AdEdge Water Technologies and the U.S. Environmental Protection...
Current and Potential Savings of Billions of Dollars in Public Funds Reported
A breakthrough in modeling software that assists managers of precious water resources to "find" more water in existing water systems and to best balance competing demands for water usage was awarded a patent, according to the developer, HydroLogics, Inc., formerly Water Resources Management, Inc. HydroLogics uses the software in providing consulting services to water resource agencies, water purveyors and other clients around the world and has been a key factor in resolving major conflicts over water-resource use on local, state and national levels.
The patented software routine forms the heart of HydroLogics' OCL or Operations Control Language, and enables users to frame weighted operating objectives in a way that parallels intelligent human behavior but is capable of dealing the with the millions of combinations of conditions that can drive the decision-making process in the management of water resources and related systems. When combined with HydroLogics' OASIS software for modeling water systems, it forms a powerful tool that allows unprecedented flexibility in the simulation of water resources systems, benefiting both operational decision-making and planning for the future. (OASIS is an acronym for Operation and Simulation of Integrated Systems.)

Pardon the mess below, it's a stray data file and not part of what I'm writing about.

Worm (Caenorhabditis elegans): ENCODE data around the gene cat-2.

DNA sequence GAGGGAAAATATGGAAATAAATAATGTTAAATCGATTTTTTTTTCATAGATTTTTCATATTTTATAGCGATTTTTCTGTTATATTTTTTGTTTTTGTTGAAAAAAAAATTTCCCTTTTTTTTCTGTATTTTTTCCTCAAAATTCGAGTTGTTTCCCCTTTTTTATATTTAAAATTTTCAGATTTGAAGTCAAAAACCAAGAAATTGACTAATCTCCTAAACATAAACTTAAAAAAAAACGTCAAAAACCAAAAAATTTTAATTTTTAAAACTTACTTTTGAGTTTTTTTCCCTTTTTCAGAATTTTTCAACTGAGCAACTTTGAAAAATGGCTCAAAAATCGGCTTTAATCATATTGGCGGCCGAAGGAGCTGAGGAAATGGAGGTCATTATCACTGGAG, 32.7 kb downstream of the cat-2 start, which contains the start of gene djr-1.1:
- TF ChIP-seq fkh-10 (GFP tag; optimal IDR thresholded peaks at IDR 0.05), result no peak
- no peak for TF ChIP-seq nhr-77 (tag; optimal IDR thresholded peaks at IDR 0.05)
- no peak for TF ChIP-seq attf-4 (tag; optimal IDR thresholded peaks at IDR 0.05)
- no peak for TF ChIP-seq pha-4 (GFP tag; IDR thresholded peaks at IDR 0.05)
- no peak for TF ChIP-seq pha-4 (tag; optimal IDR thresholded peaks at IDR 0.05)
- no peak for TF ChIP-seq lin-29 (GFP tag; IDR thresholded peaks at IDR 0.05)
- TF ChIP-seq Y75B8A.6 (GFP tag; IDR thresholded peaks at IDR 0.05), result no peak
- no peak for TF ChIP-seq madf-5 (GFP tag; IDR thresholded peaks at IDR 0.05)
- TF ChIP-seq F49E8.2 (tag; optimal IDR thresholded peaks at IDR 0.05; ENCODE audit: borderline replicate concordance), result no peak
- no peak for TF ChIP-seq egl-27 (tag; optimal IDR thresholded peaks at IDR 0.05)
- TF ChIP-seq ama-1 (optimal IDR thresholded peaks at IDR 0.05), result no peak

"The advance in the language [OCL] enables people to think more clearly about goals they are attempting to set for a system," said Dr. Daniel P. Sheer, president and founder of HydroLogics and developer of OCL. "The patent was awarded because the OCL language advances the ability of water resources simulation models to assist in multi-objective analysis, which is required where so many objectives need to be met."
Reflecting the experience of more than two decades of solving water resource-related problems around the world, OASIS with OCL can potentially save water purveyors billions of dollars in expensive public works projects such as dams or the rerouting of inland waterways by enabling the seemingly conflicting goals of such groups as environmentalists, agriculture, power facilities and cities to be met. Working with such groups, the consultants at HydroLogics build a model of the water system using OASIS with OCL, then run the system using different policies to determine a number of superior, or non-inferior, alternative solutions.
"If we had used these tools when we did the Yellow River Water Resources Economic Modeling for the Ministry of Water Resources of the People's Republic of China, for example," Sheer added, "we could have completed the project in half the time and gotten a much better mix of benefits. Plus we wouldn't have had to teach the Chinese how to program in Fortran and use compilers, as the syntax for OCL can be learned in minutes."
Using OASIS software and its predecessors, HydroLogics has compiled a long track record of success in projects in the Delaware River Basin, North Carolina, Florida, California, and elsewhere. Including costs avoided and increased power generated, savings attributed to the software already have amounted to billions of dollars.